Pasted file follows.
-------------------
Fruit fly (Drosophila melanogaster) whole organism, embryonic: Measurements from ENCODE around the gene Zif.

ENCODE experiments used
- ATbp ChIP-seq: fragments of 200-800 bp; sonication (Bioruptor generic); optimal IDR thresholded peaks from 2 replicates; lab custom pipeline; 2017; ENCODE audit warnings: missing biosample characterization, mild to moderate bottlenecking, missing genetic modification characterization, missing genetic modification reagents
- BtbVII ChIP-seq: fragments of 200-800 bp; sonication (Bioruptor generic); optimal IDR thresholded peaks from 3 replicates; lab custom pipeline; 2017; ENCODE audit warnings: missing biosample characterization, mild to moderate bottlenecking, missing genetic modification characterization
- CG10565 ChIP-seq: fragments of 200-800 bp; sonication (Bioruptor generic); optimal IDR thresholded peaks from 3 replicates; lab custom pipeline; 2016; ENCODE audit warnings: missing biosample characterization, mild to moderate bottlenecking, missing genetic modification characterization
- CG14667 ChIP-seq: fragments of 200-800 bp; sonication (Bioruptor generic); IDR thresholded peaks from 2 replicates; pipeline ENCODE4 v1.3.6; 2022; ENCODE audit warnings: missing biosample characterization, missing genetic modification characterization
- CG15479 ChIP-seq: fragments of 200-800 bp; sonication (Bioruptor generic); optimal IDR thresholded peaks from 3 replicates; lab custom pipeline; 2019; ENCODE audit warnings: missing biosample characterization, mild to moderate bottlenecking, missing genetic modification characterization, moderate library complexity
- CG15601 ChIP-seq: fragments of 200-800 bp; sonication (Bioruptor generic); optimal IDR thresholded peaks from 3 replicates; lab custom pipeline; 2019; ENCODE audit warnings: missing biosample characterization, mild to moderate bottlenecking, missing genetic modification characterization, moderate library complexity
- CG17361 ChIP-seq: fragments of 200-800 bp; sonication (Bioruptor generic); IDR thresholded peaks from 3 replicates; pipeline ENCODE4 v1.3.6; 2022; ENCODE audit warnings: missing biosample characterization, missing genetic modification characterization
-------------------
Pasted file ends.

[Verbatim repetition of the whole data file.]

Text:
Fruit fly (Drosophila melanogaster) whole organism, embryonic: Measurements from ENCODE around the gene Zif.

ENCODE experiments used
- ATbp ChIP-seq: fragments of 200-800 bp; sonication (Bioruptor generic); optimal IDR thresholded peaks from 2 replicates; lab custom pipeline; 2017; ENCODE audit warnings: missing biosample characterization, mild to moderate bottlenecking, missing genetic modification characterization, missing genetic modification reagents
- BtbVII ChIP-seq: fragments of 200-800 bp; sonication (Bioruptor generic); optimal IDR thresholded peaks from 3 replicates; lab custom pipeline; 2017; ENCODE audit warnings: missing biosample characterization, mild to moderate bottlenecking, missing genetic modification characterization
- CG10565 ChIP-seq: fragments of 200-800 bp; sonication (Bioruptor generic); optimal IDR thresholded peaks from 3 replicates; lab custom pipeline; 2016; ENCODE audit warnings: missing biosample characterization, mild to moderate bottlenecking, missing genetic modification characterization
- CG14667 ChIP-seq: fragments of 200-800 bp; sonication (Bioruptor generic); IDR thresholded peaks from 2 replicates; pipeline ENCODE4 v1.3.6; 2022; ENCODE audit warnings: missing biosample characterization, missing genetic modification characterization
- CG15479 ChIP-seq: fragments of 200-800 bp; sonication (Bioruptor generic); optimal IDR thresholded peaks from 3 replicates; lab custom pipeline; 2019; ENCODE audit warnings: missing biosample characterization, mild to moderate bottlenecking, missing genetic modification characterization, moderate library complexity
- CG15601 ChIP-seq: fragments of 200-800 bp; sonication (Bioruptor generic); optimal IDR thresholded peaks from 3 replicates; lab custom pipeline; 2019; ENCODE audit warnings: missing biosample characterization, mild to moderate bottlenecking, missing genetic modification characterization, moderate library complexity
- CG17361 ChIP-seq: fragments of 200-800 bp; sonication (Bioruptor generic); IDR thresholded peaks from 3 replicates; pipeline ENCODE4 v1.3.6; 2022; ENCODE audit warnings: missing biosample characterization, missing genetic modification characterization